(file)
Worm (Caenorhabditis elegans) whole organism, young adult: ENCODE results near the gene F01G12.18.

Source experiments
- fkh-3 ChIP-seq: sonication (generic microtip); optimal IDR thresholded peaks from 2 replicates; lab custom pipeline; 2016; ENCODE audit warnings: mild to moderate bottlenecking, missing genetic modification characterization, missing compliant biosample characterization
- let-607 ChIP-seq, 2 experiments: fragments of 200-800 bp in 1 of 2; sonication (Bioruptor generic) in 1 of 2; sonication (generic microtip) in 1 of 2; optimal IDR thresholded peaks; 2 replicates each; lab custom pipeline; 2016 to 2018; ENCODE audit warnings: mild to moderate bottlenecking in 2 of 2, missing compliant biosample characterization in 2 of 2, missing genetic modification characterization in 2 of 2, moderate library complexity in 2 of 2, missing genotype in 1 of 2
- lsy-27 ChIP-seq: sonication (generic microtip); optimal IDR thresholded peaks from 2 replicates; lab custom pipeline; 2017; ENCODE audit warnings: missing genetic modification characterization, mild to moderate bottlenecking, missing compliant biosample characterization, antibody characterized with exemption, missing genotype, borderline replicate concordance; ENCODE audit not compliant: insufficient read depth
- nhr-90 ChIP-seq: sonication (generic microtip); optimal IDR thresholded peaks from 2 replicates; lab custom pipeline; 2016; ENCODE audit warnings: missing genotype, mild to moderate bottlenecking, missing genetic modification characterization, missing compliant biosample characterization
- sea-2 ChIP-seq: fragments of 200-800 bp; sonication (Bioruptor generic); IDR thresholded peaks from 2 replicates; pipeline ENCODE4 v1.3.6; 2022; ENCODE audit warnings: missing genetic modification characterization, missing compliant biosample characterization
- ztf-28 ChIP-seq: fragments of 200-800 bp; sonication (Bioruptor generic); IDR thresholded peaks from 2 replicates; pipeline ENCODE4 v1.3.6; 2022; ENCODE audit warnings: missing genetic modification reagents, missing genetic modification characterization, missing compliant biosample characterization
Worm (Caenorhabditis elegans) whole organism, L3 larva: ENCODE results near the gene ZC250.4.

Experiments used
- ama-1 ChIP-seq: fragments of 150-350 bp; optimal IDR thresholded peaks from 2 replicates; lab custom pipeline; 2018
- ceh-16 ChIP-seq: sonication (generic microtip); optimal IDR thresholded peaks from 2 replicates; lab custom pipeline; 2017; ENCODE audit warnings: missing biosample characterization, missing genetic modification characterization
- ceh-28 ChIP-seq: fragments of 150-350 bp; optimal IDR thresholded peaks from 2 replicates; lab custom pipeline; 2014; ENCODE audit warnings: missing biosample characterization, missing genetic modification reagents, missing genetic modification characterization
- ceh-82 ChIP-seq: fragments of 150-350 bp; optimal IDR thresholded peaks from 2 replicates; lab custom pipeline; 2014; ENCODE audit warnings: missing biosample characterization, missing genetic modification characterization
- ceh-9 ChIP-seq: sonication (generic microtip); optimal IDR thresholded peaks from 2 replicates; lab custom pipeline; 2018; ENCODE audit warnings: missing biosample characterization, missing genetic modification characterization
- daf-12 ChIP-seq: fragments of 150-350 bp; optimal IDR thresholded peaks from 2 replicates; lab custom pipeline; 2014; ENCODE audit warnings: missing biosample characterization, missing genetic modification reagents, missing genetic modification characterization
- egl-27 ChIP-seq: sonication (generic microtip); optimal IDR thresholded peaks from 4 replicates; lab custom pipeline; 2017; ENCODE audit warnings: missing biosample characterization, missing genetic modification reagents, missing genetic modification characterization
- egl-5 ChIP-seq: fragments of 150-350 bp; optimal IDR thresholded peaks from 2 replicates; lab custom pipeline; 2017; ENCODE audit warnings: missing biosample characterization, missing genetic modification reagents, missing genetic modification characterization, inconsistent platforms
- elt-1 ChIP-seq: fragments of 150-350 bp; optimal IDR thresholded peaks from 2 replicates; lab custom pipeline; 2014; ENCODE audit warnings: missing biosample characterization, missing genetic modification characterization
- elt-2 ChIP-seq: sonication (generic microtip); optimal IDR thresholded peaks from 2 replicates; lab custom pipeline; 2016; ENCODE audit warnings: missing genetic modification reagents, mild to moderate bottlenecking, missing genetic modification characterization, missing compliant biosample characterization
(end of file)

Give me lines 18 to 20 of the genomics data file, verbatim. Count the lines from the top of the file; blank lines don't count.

- egl-5 ChIP-seq: fragments of 150-350 bp; optimal IDR thresholded peaks from 2 replicates; lab custom pipeline; 2017; ENCODE audit warnings: missing biosample characterization, missing genetic modification reagents, missing genetic modification characterization, inconsistent platforms
- elt-1 ChIP-seq: fragments of 150-350 bp; optimal IDR thresholded peaks from 2 replicates; lab custom pipeline; 2014; ENCODE audit warnings: missing biosample characterization, missing genetic modification characterization
- elt-2 ChIP-seq: sonication (generic microtip); optimal IDR thresholded peaks from 2 replicates; lab custom pipeline; 2016; ENCODE audit warnings: missing genetic modification reagents, mild to moderate bottlenecking, missing genetic modification characterization, missing compliant biosample characterization